Zimbabwe: Female Sculptors Carve Way Through Barriers

Stone sculpture has not been an easy or very attractive genre to pursue for most female artists as it often involves menial work and some heavy lifting.

But the apparent absence of as many female figures in the genre, the challenge of breaking gender barriers and a zeal to create has resulted in a rare breed of women most of whom working under Chitungwiza Arts Centre (CAC).

A musician, poet, writer and voice over artist, Lingiwe Patience Gumbo, expanded her portfolio by adopting stone sculpture to become one of the few women in the trade.

"I began sculpture training at Chitungwiza Arts Centre late last year, October 2020 to be exact, when I was inspired by Mr Richard Mupumba," said Gumbo.

"He helped me understand that anyone could create, even though the industry is male-dominated. I found strength also when I discovered other women sculptors who are part of the Arts Centre."

Gumbo is going through a two-year training period after which she will graduate.

"Though I'm on a two-year probation, I have already carved seven pieces thus far," she said.

"I see daily that my artistic background helps me understand the art."

Gumbo's pieces mainly focus on nature and love as she grows to develop her own style.

"The journey has been interesting," she said. "First, I had to learn to hold and use the hammer, chisel, chasing hammer and other tools and understand the processes from beginning to end. It is exciting and daily I look forward to create a new piece."

Though male-dominated, the stone sculpture trade has had many greats among, them Agnes Nyanhongo, the late Coleen Madamombe, and Locadea Ndandarika, whose works are celebrated world over.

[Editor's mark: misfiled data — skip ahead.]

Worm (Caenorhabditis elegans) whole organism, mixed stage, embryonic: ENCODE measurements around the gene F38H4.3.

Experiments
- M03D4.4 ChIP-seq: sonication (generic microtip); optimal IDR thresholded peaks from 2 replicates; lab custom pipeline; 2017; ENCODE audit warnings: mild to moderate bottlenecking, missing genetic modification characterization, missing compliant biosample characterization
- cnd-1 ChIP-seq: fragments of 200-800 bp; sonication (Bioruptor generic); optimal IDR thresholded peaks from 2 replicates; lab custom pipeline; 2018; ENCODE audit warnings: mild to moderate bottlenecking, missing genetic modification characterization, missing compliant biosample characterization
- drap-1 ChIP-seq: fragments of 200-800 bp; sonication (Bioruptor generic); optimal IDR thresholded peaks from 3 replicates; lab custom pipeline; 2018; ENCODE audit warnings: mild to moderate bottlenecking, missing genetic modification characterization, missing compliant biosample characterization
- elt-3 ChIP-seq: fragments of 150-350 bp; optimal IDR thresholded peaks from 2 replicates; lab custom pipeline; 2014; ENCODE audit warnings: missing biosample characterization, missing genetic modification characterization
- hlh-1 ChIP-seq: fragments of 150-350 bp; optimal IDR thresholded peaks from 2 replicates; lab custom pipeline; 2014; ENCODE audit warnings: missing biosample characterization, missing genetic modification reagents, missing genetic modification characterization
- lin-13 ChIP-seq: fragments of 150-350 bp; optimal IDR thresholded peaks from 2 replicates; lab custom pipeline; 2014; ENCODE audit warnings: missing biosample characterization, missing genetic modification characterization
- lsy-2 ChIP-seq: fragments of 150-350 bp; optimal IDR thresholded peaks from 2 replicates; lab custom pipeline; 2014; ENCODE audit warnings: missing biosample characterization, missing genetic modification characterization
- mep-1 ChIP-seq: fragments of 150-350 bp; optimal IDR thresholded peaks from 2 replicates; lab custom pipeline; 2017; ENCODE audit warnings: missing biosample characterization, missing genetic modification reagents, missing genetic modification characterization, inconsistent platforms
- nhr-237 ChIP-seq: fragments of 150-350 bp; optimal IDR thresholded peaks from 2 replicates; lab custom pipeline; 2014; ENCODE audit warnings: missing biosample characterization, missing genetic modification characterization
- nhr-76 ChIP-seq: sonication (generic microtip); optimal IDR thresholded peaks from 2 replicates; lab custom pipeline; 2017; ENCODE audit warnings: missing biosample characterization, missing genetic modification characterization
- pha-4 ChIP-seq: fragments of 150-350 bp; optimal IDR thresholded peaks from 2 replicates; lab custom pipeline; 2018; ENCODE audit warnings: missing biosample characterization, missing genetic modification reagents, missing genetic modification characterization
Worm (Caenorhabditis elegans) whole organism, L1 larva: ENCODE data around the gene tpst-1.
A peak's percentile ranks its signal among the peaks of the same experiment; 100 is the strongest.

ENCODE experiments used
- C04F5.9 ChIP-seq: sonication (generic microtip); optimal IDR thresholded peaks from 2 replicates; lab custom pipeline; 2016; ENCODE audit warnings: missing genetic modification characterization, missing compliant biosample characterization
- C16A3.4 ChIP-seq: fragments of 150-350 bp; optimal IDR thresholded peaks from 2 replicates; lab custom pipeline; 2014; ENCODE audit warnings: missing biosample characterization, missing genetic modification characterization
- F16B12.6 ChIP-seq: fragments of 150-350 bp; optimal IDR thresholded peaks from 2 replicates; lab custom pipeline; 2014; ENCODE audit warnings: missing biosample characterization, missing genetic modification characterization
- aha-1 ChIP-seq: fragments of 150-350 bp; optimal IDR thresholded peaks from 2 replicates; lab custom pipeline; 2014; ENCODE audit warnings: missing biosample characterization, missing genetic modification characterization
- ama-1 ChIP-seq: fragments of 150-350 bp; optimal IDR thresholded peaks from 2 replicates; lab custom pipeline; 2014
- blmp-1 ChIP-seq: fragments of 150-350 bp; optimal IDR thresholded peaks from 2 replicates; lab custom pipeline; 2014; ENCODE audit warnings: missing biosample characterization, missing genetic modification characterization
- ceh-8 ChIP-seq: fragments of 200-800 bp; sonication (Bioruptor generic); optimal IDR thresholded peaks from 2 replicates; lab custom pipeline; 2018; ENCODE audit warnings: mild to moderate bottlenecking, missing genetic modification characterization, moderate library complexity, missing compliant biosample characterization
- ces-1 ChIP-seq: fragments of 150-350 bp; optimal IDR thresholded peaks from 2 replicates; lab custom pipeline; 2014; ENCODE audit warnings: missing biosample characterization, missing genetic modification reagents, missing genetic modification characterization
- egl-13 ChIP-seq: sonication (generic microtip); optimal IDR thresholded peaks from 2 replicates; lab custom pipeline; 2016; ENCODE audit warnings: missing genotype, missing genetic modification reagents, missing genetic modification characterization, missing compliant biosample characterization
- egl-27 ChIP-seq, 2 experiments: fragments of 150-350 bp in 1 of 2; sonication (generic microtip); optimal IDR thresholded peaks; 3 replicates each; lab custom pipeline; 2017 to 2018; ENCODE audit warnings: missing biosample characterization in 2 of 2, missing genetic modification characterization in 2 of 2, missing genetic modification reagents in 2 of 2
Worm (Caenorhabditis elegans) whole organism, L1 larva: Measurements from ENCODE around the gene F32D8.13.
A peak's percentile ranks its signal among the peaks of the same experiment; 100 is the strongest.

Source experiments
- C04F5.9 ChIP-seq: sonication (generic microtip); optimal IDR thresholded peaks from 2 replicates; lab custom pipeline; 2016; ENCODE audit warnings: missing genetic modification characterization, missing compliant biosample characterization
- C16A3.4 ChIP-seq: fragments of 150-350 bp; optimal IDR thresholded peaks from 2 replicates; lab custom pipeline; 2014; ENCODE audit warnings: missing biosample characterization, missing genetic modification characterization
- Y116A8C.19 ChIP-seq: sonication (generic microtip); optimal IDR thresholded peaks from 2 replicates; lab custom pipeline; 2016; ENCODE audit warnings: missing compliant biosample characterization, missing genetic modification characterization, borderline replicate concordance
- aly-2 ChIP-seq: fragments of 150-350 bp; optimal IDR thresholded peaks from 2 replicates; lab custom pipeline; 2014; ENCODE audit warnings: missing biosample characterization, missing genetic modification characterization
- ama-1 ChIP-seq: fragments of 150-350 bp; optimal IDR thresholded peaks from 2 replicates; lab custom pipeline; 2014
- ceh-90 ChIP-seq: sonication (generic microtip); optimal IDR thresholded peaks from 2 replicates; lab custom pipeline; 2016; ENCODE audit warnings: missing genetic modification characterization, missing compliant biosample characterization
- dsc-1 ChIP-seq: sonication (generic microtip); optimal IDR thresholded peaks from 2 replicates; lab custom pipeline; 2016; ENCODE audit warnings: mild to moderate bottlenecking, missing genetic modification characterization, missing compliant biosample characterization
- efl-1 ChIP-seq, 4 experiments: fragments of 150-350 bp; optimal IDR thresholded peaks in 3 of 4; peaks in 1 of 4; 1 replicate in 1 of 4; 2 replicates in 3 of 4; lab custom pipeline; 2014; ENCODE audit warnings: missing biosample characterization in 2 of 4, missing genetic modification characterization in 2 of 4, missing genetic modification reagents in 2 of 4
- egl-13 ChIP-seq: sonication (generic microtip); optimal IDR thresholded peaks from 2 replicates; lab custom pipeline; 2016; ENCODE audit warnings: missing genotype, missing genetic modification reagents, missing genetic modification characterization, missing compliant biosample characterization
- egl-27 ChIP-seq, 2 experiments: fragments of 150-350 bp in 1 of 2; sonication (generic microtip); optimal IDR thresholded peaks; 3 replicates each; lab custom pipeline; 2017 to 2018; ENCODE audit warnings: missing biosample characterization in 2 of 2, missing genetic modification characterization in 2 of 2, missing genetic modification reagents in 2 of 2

Gumbo feels there is enough space for women to occupy in stone sculpture.

"It is very friendly and encouraging for women because as we speak the number for women sculptors at the Chitungwiza Arts Centre since opening in 1997 has doubled and all age groups are represented, with the youngest aged 16," she said.

"More women are invited to become part of us."

The apparent support for female sculptors at CAC has also encouraged others to join in, among them Dorcas Mutemasango, who has since transformed her life from being a vendor toearning a living through sculpture. Born and bred in Msengezi, a rural area in Chegutu district where sculpture is not normally practiced, Mutemasango only got her first interaction with the trade while vending.

"I started as a vendor selling boiled eggs and beans, that's how I first interacted with stone sculpture," she said. "I got inspiration and I started towards the end of 2016.

"The industry is well accommodative to women and I'm also happy too to be part of it."

Mutemasango was taught how to sculpt by Givemore Mashaya at CAC, and overtime, the trade became her sole source of income.

The Covid-19 pandemic has created an unfriendly working environment for artists, as most of their work is acquired overseas.

"We rely mostly on tourists visiting the country to buy our work who could not travel due to Covid-19 restrictions," said Mutemasango. "With the relaxing of restrictions, we are hoping for increased sells."

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